"Insisting on lower and lower prices for new purchases is a form of discipline".
I agree with this statement as long as the stock doesn't decline permanently with the possibility of going to zero. I have a recent example. Earlier this year I bought 3000 shares of PFFB.OB (Pomona First Federal Bank) after it agreed to be acquired by FBOP, a privately held bank for $1.35. per share. I paid $1.04 thinking I would get a 30% return in less than six months. I expected the merger to occur shortly after the PFFB shareholders voted to approve the deal which, I think was in October. The stock moved up to about $1.30 about the time of the vote and the vote was approved. However, the merger was not soon completed and the stock started to go down as the vague date for completion receded into the distance. Finally, I had enough and sold my stock for $1.07, which netted me a magnanimous gain of $85. I am now rejoicing because yesterday PFFB and DSL were seized by the FDIC. I assume the current shareholders will get $0.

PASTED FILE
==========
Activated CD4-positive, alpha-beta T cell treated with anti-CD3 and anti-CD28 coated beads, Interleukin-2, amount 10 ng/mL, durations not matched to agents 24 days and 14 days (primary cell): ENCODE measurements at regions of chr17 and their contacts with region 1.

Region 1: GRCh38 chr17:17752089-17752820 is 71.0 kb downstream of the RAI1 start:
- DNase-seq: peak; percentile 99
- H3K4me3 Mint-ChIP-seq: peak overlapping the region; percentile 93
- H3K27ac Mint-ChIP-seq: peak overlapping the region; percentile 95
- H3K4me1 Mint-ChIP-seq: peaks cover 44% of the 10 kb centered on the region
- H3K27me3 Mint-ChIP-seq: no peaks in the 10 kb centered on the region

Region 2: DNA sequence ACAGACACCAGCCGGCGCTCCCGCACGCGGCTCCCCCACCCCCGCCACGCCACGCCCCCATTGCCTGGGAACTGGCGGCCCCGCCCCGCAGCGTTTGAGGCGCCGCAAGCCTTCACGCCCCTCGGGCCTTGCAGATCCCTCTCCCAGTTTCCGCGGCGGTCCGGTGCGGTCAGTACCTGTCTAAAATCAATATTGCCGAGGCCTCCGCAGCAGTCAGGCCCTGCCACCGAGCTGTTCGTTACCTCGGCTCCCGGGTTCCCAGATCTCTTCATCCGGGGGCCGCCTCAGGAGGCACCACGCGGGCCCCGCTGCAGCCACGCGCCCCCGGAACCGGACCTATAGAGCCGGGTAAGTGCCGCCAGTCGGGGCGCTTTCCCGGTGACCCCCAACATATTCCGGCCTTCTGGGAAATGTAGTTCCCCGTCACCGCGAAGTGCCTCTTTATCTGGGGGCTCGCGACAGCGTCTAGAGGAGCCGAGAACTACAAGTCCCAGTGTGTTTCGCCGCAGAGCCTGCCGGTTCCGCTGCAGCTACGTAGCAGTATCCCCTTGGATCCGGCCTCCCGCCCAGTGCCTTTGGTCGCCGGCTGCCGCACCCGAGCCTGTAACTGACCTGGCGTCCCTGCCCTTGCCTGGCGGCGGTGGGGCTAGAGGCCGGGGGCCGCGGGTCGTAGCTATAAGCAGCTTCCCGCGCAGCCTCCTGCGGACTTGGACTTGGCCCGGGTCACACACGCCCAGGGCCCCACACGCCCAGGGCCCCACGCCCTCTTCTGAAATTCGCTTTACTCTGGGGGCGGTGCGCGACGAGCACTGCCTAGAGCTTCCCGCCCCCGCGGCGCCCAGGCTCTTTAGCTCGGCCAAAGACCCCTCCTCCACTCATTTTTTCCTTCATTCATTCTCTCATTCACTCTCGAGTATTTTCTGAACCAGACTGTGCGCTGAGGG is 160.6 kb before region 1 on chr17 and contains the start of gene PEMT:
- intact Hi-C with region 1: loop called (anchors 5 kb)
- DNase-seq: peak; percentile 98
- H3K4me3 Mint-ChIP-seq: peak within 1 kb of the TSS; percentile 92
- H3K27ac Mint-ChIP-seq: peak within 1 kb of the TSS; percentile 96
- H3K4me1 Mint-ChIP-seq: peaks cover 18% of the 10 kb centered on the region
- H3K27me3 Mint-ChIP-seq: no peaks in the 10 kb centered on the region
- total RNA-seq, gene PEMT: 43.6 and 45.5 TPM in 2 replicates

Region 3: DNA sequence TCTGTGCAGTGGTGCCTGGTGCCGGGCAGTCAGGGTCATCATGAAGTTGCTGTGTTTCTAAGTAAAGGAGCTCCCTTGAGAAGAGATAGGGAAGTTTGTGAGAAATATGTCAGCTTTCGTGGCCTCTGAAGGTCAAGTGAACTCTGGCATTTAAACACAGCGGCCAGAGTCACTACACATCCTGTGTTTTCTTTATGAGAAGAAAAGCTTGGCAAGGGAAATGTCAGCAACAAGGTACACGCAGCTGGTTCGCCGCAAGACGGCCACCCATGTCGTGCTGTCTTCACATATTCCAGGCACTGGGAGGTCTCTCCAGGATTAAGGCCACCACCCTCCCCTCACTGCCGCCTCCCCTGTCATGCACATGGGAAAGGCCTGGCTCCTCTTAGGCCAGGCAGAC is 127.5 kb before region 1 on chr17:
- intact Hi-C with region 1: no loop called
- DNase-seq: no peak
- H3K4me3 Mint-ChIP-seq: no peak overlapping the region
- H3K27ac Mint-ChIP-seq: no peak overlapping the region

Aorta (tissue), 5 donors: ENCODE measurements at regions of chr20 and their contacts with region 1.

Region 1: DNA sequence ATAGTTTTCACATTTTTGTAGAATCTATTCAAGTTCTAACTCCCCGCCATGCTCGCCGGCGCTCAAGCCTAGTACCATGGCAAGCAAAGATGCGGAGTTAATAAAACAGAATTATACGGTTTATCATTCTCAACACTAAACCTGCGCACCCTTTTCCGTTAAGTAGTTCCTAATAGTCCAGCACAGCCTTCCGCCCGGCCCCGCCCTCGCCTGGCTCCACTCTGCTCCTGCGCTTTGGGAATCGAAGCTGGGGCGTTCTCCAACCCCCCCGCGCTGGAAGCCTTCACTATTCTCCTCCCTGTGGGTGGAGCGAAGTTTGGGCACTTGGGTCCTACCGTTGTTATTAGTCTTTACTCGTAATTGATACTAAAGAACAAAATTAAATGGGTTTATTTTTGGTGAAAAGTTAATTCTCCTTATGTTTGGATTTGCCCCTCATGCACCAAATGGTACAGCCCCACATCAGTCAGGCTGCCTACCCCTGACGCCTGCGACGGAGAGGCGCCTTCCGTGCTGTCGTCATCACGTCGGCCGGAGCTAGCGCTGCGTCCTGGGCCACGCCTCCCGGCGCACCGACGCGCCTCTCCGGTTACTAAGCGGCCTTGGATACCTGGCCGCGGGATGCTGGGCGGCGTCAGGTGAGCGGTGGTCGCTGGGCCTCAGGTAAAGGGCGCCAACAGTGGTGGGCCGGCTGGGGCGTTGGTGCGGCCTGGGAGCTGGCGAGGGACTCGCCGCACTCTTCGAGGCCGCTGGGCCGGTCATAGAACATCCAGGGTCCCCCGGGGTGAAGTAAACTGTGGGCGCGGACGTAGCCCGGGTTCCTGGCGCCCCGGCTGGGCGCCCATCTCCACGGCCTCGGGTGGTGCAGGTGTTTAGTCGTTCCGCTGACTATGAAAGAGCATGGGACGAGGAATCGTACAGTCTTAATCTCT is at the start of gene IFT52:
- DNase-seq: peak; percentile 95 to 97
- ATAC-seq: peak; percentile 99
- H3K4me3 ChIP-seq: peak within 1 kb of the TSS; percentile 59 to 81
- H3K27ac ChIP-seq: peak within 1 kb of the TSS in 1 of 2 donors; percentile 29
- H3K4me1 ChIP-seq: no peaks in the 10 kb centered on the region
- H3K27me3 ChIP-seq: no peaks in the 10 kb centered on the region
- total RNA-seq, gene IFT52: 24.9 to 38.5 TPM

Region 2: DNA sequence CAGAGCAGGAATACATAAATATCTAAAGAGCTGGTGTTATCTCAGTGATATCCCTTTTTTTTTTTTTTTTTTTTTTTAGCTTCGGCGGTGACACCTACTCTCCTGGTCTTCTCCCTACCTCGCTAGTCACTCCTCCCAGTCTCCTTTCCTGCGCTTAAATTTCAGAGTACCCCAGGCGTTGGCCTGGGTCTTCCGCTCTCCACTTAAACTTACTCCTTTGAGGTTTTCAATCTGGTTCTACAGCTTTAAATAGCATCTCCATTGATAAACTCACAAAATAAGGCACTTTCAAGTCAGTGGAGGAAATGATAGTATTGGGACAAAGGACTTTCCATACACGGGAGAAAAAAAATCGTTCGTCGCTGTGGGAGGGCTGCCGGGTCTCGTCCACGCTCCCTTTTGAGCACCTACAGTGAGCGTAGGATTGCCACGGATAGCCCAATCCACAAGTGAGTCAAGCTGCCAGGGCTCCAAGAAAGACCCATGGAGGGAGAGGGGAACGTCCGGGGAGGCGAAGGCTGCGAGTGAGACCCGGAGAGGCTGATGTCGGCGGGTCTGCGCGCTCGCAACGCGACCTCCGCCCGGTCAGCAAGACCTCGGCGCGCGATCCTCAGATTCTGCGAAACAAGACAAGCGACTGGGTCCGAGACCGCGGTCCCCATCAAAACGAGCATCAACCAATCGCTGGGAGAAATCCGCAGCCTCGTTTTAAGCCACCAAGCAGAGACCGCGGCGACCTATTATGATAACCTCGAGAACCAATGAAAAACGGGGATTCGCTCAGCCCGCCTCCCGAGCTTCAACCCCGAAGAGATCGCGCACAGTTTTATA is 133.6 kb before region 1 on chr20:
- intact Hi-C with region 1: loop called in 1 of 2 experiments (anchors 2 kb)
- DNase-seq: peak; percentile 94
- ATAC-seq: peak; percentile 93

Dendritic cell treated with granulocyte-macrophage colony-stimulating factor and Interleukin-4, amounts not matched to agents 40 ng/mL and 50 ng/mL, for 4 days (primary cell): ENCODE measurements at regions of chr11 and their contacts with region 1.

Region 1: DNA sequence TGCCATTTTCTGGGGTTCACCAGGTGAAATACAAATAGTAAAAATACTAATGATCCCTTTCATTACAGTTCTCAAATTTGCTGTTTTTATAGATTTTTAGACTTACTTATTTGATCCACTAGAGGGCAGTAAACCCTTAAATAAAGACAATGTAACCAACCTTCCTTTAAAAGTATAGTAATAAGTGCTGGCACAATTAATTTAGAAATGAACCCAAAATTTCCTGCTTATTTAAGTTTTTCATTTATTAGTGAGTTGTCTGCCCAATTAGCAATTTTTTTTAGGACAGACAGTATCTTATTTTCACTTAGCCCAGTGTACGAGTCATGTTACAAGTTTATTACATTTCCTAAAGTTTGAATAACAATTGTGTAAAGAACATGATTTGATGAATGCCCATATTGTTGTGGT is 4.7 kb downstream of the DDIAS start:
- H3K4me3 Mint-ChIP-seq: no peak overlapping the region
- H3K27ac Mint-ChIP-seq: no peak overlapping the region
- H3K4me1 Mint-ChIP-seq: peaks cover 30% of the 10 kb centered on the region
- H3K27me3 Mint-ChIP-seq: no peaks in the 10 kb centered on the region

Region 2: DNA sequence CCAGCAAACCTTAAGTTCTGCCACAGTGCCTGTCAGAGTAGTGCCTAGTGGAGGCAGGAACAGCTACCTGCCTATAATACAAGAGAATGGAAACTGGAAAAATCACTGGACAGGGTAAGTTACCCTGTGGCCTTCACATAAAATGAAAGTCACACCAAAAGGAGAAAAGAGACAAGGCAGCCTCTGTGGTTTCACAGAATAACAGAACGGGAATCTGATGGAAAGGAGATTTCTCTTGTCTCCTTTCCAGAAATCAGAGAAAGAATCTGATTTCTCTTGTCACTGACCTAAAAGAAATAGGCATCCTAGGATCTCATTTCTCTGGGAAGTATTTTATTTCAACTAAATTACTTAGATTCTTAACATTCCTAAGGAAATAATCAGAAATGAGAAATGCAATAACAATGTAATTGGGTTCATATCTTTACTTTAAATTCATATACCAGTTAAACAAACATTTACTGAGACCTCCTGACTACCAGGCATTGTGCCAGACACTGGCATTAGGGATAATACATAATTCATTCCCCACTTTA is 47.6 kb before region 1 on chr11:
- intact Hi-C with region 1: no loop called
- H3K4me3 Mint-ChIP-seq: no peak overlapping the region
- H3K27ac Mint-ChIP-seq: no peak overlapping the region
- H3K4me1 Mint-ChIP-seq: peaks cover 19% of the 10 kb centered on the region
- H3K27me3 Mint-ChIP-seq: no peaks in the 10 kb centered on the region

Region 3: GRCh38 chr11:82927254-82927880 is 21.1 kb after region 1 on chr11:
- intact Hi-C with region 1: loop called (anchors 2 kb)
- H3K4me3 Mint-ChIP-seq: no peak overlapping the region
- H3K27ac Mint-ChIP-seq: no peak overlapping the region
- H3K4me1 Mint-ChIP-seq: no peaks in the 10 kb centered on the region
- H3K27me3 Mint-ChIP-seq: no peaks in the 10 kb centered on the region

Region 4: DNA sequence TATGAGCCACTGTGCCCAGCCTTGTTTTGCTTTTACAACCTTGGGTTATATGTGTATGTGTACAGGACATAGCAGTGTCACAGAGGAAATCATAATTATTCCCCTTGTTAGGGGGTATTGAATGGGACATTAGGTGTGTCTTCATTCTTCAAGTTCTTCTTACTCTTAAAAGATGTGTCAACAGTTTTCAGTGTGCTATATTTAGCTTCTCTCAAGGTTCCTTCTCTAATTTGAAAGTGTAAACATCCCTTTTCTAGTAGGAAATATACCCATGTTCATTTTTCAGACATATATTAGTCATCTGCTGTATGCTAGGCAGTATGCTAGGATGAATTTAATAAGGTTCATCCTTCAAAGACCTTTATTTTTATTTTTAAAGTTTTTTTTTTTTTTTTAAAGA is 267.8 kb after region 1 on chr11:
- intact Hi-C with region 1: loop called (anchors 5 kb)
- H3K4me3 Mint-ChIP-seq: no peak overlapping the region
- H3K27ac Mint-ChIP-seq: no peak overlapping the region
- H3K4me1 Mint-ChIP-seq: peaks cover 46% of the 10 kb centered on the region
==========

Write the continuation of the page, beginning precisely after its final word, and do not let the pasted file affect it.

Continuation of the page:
Certainly ANAT is not PFFB or DSL. I try not to dabble in junk to make easy money but sometimes I yield to temptation. Usually I limit this nonsense to small sums.
As a holder of ANAT, I hope we don't have to average down much longer on ANAT.
I am considering a policy of not buying stocks in companies older than I am. Under that policy Mr. Kahn would have a larger universe of stocks to invest in.
I have a hunch that I will get an execution in ANAT tomorrow at $60. If I do, my patience will have been vindicated until ANAT goes to $50. You win some and you lose some. Well, at least, you used to be able to win some.